Aviator Amelia Earhart and her navigator, Fred Noonan, disappeared on July 2, 1937 as they attempted to fly around the world. Their fate has remained a mystery for more than eighty years.
But an anthropology professor now says that human bones found on the remote Pacific island of Nikumaroro are likely hers. His research indicates that she was more similar to the skeletal remains than 99 percent of the individuals in a sample of 2,776 people.
Earhart was a brilliant and celebrated pilot. She was the first woman to fly across the Atlantic Ocean and the first person to fly over both the Atlantic and the Pacific. But her skills and resolve were apparently insufficient to save her from a lonely death.
Meanwhile, another nor’easter is expected to bring power outages to the northeastern US. A person with the mumps attended a national cheerleading competition in Texas last month, potentially exposing thousands of people from thirty-nine states. And a seventeen-year-old girl was killed by gunfire at an Alabama high school yesterday.
We are the most technologically-advanced society in human history. But the mortality rate for celebrities and the rest of us is still 100 percent. Nature is still more powerful than we are; a disease first documented more than twenty-five centuries ago has still not been eradicated; at least twenty-seven people have now been killed in school shootings so far this year.
Human history proves that human reason cannot solve the greatest problems humans face. But that’s not the end of the story.
What Elihu and Socrates had in common
Tucked away in a seldom-noticed chapter in the Book of Job is a profound truth claim. A young man named Elihu is exasperated that his older colleagues have not been able to persuade Job that his supposed sins are responsible for his plight. So, he offers his own approach.
In Job 32:8 he asserts: “It is the spirit in man, the breath of the Almighty, that makes him understand.” Elihu was not the first or the last to claim that humans have within us all that we need to understand ourselves and our world. Socrates taught us to “know thyself” as the path to true knowledge.
From his day to ours, Western culture stands on the notion that our reason is sufficient to solve our problems. As Bill Clinton famously claimed during his first Inaugural Address, “There is nothing wrong with America that cannot be cured by what is right with America.”
Clearly, intellectual progress has improved the lives of billions of people around the world. We could make a long list of diseases eradicated by science and advances fueled by technology.
However, human reason has not stopped war-in many ways, it has made conflict even more dangerous. It has not stopped disease-we are still threatened by pandemics we cannot prevent. It has not stopped slavery-more people are enslaved today than ever before.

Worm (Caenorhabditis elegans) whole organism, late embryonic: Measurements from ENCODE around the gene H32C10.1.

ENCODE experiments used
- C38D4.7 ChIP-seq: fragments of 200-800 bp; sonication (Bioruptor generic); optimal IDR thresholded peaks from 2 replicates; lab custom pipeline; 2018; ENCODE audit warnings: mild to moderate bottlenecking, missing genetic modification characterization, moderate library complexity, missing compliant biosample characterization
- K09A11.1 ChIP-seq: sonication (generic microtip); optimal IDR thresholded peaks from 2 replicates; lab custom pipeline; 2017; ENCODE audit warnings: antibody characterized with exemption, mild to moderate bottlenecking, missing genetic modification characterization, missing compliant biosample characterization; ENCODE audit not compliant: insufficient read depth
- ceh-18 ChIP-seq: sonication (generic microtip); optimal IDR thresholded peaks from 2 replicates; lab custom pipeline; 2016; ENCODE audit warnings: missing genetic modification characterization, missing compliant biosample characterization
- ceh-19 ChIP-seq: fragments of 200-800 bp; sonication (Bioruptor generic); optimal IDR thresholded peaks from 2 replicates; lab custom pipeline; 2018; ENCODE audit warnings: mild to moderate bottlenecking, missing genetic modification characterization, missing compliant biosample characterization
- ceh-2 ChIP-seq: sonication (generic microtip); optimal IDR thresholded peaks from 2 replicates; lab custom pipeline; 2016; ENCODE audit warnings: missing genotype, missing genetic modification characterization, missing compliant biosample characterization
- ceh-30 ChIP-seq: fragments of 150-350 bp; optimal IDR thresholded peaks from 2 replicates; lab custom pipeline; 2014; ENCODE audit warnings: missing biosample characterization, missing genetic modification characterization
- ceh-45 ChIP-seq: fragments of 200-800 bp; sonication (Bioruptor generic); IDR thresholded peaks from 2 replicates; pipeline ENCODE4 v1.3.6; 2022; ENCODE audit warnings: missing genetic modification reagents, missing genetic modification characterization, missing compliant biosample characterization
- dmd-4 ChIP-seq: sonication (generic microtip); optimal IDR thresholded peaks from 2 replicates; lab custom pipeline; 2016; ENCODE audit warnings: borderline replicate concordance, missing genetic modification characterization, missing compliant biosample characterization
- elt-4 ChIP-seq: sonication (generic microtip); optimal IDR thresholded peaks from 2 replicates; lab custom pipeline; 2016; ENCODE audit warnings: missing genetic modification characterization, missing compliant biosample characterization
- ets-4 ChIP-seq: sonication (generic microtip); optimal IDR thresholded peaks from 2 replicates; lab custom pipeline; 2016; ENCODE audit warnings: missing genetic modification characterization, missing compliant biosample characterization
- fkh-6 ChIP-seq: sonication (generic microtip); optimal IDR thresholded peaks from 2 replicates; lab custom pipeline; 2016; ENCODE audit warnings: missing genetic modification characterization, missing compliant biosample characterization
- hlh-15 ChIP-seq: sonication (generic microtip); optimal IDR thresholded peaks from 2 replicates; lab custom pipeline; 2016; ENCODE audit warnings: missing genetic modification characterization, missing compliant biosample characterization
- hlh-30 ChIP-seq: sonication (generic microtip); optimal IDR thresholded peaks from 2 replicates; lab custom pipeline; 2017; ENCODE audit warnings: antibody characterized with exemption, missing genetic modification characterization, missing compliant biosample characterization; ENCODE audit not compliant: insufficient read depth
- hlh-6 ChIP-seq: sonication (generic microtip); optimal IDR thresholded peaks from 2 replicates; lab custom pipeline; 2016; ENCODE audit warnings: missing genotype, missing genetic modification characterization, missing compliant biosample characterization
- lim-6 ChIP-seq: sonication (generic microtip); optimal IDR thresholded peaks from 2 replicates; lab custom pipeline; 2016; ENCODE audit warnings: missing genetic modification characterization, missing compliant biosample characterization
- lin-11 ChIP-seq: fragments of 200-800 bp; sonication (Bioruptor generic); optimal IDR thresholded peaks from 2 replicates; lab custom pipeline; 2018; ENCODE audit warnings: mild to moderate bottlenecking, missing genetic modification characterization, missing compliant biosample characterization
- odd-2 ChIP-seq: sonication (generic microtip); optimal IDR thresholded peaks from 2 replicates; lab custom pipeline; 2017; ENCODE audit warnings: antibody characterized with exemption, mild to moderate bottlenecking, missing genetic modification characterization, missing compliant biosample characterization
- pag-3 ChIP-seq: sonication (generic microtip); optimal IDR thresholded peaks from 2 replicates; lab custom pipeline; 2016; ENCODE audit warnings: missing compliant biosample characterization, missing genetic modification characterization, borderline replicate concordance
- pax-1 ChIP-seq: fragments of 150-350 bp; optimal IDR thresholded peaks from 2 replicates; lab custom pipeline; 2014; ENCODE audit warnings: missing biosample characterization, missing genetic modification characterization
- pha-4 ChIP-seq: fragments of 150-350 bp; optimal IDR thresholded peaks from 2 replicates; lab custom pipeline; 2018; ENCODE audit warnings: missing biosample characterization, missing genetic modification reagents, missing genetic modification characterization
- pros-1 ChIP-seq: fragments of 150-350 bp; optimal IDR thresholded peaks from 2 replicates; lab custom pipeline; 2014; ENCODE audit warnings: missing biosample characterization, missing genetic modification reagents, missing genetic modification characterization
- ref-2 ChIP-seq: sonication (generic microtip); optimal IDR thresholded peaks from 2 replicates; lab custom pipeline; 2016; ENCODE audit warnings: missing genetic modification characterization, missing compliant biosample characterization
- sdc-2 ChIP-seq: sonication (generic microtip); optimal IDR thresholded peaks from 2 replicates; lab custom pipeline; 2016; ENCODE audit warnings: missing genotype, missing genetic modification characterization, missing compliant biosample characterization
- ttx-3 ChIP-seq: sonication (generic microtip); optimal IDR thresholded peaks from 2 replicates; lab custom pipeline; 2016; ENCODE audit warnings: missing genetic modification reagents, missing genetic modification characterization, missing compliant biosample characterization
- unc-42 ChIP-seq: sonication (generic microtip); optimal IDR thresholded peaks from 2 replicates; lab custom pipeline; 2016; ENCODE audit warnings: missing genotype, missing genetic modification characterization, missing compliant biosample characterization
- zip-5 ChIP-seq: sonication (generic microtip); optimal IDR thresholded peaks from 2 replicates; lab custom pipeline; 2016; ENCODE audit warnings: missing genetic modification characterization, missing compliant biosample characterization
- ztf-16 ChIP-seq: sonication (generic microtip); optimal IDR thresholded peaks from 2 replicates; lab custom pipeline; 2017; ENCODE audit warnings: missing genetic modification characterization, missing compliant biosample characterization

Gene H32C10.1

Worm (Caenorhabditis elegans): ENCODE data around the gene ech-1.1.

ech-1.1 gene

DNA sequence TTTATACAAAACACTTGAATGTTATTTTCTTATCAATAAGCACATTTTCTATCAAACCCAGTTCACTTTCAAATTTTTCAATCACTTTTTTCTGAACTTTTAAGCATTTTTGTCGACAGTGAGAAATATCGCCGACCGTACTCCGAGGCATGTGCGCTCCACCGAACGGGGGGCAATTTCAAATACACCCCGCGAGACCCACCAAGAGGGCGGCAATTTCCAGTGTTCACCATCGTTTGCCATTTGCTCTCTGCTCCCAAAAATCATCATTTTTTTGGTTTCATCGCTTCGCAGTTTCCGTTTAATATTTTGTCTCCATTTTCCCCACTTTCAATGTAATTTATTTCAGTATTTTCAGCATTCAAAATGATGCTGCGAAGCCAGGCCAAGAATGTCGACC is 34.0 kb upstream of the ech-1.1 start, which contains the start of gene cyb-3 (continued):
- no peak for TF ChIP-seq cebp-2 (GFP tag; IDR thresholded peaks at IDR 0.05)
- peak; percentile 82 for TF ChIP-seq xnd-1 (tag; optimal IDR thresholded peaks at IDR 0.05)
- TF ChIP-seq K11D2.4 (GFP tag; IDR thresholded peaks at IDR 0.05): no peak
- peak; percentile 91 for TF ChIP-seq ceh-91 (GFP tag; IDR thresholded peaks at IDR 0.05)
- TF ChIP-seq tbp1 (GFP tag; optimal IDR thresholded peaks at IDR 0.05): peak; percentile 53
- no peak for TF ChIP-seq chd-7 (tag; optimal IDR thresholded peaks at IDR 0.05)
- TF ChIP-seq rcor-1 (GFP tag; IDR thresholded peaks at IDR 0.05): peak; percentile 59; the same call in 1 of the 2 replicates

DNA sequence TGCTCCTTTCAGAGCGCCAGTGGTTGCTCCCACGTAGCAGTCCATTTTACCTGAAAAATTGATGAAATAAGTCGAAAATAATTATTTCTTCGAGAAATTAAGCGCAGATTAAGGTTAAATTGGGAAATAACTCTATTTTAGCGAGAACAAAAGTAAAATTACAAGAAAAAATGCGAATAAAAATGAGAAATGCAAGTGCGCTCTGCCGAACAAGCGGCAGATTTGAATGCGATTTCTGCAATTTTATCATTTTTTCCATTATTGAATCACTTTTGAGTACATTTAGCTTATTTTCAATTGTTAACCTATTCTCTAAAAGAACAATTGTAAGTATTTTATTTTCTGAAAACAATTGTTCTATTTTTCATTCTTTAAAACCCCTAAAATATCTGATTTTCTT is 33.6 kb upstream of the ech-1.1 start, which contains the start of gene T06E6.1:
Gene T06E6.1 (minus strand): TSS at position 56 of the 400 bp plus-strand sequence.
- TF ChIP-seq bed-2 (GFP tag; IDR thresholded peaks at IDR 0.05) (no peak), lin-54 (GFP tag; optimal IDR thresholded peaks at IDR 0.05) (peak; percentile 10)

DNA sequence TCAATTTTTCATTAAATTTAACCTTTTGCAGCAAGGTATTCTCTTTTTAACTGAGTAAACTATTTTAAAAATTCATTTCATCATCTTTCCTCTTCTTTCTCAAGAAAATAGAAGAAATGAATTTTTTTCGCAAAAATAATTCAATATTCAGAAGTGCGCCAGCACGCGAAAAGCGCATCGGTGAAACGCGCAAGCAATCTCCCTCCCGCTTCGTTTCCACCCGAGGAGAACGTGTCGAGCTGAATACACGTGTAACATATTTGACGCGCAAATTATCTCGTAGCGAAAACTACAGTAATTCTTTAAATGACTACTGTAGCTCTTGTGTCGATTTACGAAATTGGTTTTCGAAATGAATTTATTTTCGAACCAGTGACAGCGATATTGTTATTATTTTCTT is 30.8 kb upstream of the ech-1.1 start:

“In Us We Trust”
In Mere Christianity, C. S. Lewis noted that a fleet of ships sailing in formation requires three elements for success: they must be seaworthy, with steering and engines in good order; they must not run into each other; and they must reach the proper destination. The first is the key to the others: if a ship cannot be steered properly, it cannot be kept from colliding with other ships or reaching the wrong harbor.
So, how do we make sure our “ships” are steered properly?
Political commentator Steven Soukup points to the solution espoused by those who founded our country: “When writing the Constitution, the nation’s founders were able to provide for a maximum amount of individual freedom to the American people because the young colonists shared a common belief in the Judeo-Christian moral framework.” Such religious morality is “the foundation upon which the moral and ethical life of a country is constructed.”
George Washington’s Farewell Address proves Soukup’s point: “Of all the dispositions and habits which lead to political prosperity, Religion and morality are indispensable supports. . . . Reason and experience both forbid us to expect that National morality can prevail in exclusion of religious principle.”
Despite our first president’s warning, we are busy replacing our national motto, “In God We Trust,” with our cultural credo, “In Us We Trust.” But we should not be surprised as the edifice of consensual objective morality, its religious foundation shattered, continues to crack and fall.
“God alone can do the other”
Charles Spurgeon was right: “To wash and dress a corpse is a far different thing from making it alive: man can do the one, God alone can do the other.”
If you ever doubt the relevance of your faith to our post-Christian culture, remember this: Jesus is the only answer to the problems that plague us most. We can forgive sin; he alone can transform sinners. We can prolong life; he alone can defeat death.
That’s why a transforming relationship with the risen Lord is the greatest gift we can offer others today. However, people are more likely to believe that Jesus can change their lives if he has changed ours.
Is this fact good news or bad news? That’s up to us.